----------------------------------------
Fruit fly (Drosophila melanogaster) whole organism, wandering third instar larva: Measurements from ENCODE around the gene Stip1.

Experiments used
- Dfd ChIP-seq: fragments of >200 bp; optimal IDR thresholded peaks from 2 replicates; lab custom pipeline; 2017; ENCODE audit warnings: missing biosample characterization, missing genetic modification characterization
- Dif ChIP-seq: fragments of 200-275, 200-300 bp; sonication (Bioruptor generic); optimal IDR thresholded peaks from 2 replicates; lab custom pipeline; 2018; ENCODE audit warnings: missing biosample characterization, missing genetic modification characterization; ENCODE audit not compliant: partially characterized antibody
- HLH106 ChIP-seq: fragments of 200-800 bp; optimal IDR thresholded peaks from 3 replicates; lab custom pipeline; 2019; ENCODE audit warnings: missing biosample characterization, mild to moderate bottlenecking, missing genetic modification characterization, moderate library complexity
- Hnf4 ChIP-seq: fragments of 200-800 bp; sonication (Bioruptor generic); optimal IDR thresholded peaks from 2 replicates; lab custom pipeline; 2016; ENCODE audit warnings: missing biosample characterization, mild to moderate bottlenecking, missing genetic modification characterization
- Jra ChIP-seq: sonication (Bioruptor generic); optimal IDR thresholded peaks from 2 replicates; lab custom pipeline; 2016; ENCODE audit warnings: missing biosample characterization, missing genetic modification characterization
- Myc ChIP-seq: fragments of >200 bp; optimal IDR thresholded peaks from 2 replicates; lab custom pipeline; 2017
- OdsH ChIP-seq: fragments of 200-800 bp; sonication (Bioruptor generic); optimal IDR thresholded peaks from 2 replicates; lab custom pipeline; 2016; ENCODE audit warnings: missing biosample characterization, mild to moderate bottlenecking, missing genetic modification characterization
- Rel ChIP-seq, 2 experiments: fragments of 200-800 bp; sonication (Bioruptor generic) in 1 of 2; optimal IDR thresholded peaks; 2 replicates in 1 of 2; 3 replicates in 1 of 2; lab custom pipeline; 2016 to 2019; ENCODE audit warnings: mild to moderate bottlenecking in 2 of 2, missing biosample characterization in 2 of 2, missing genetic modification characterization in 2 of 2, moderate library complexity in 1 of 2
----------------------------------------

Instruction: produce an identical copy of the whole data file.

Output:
Fruit fly (Drosophila melanogaster) whole organism, wandering third instar larva: Measurements from ENCODE around the gene Stip1.

Experiments used
- Dfd ChIP-seq: fragments of >200 bp; optimal IDR thresholded peaks from 2 replicates; lab custom pipeline; 2017; ENCODE audit warnings: missing biosample characterization, missing genetic modification characterization
- Dif ChIP-seq: fragments of 200-275, 200-300 bp; sonication (Bioruptor generic); optimal IDR thresholded peaks from 2 replicates; lab custom pipeline; 2018; ENCODE audit warnings: missing biosample characterization, missing genetic modification characterization; ENCODE audit not compliant: partially characterized antibody
- HLH106 ChIP-seq: fragments of 200-800 bp; optimal IDR thresholded peaks from 3 replicates; lab custom pipeline; 2019; ENCODE audit warnings: missing biosample characterization, mild to moderate bottlenecking, missing genetic modification characterization, moderate library complexity
- Hnf4 ChIP-seq: fragments of 200-800 bp; sonication (Bioruptor generic); optimal IDR thresholded peaks from 2 replicates; lab custom pipeline; 2016; ENCODE audit warnings: missing biosample characterization, mild to moderate bottlenecking, missing genetic modification characterization
- Jra ChIP-seq: sonication (Bioruptor generic); optimal IDR thresholded peaks from 2 replicates; lab custom pipeline; 2016; ENCODE audit warnings: missing biosample characterization, missing genetic modification characterization
- Myc ChIP-seq: fragments of >200 bp; optimal IDR thresholded peaks from 2 replicates; lab custom pipeline; 2017
- OdsH ChIP-seq: fragments of 200-800 bp; sonication (Bioruptor generic); optimal IDR thresholded peaks from 2 replicates; lab custom pipeline; 2016; ENCODE audit warnings: missing biosample characterization, mild to moderate bottlenecking, missing genetic modification characterization
- Rel ChIP-seq, 2 experiments: fragments of 200-800 bp; sonication (Bioruptor generic) in 1 of 2; optimal IDR thresholded peaks; 2 replicates in 1 of 2; 3 replicates in 1 of 2; lab custom pipeline; 2016 to 2019; ENCODE audit warnings: mild to moderate bottlenecking in 2 of 2, missing biosample characterization in 2 of 2, missing genetic modification characterization in 2 of 2, moderate library complexity in 1 of 2